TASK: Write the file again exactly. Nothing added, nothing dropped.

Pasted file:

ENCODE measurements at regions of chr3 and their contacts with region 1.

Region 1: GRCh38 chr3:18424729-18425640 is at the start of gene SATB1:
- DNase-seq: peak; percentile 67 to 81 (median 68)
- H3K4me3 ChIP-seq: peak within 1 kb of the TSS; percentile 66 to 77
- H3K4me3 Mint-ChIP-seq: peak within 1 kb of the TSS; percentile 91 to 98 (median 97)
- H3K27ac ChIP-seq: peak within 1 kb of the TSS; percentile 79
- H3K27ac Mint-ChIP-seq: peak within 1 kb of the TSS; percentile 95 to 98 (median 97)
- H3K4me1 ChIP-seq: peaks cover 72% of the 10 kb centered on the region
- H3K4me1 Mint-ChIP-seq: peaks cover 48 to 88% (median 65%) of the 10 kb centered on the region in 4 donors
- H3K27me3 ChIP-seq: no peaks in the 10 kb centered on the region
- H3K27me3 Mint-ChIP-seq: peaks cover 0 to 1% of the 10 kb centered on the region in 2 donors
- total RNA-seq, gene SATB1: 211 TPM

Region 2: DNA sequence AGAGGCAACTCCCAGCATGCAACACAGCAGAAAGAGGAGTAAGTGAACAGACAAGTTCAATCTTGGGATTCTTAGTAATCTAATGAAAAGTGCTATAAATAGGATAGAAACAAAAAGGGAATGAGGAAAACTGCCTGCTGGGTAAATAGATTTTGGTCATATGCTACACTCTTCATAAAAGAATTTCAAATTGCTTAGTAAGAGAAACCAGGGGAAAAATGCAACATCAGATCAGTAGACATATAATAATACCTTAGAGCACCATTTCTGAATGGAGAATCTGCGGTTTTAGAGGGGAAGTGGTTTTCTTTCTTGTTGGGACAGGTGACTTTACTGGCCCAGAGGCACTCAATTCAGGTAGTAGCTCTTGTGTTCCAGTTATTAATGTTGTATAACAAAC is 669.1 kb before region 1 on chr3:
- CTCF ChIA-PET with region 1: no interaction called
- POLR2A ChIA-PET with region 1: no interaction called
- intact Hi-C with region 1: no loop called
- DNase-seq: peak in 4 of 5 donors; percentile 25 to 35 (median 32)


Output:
ENCODE measurements at regions of chr3 and their contacts with region 1.

Region 1: GRCh38 chr3:18424729-18425640 is at the start of gene SATB1:
- DNase-seq: peak; percentile 67 to 81 (median 68)
- H3K4me3 ChIP-seq: peak within 1 kb of the TSS; percentile 66 to 77
- H3K4me3 Mint-ChIP-seq: peak within 1 kb of the TSS; percentile 91 to 98 (median 97)
- H3K27ac ChIP-seq: peak within 1 kb of the TSS; percentile 79
- H3K27ac Mint-ChIP-seq: peak within 1 kb of the TSS; percentile 95 to 98 (median 97)
- H3K4me1 ChIP-seq: peaks cover 72% of the 10 kb centered on the region
- H3K4me1 Mint-ChIP-seq: peaks cover 48 to 88% (median 65%) of the 10 kb centered on the region in 4 donors
- H3K27me3 ChIP-seq: no peaks in the 10 kb centered on the region
- H3K27me3 Mint-ChIP-seq: peaks cover 0 to 1% of the 10 kb centered on the region in 2 donors
- total RNA-seq, gene SATB1: 211 TPM

Region 2: DNA sequence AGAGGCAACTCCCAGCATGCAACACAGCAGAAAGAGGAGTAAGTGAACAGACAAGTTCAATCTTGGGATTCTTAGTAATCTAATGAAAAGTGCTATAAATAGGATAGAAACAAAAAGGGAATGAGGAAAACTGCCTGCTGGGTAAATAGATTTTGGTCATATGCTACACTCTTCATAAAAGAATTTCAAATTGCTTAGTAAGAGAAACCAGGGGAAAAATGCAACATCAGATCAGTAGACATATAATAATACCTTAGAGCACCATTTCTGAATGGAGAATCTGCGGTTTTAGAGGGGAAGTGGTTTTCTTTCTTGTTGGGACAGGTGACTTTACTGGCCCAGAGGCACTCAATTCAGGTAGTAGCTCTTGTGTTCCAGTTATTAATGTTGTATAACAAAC is 669.1 kb before region 1 on chr3:
- CTCF ChIA-PET with region 1: no interaction called
- POLR2A ChIA-PET with region 1: no interaction called
- intact Hi-C with region 1: no loop called
- DNase-seq: peak in 4 of 5 donors; percentile 25 to 35 (median 32)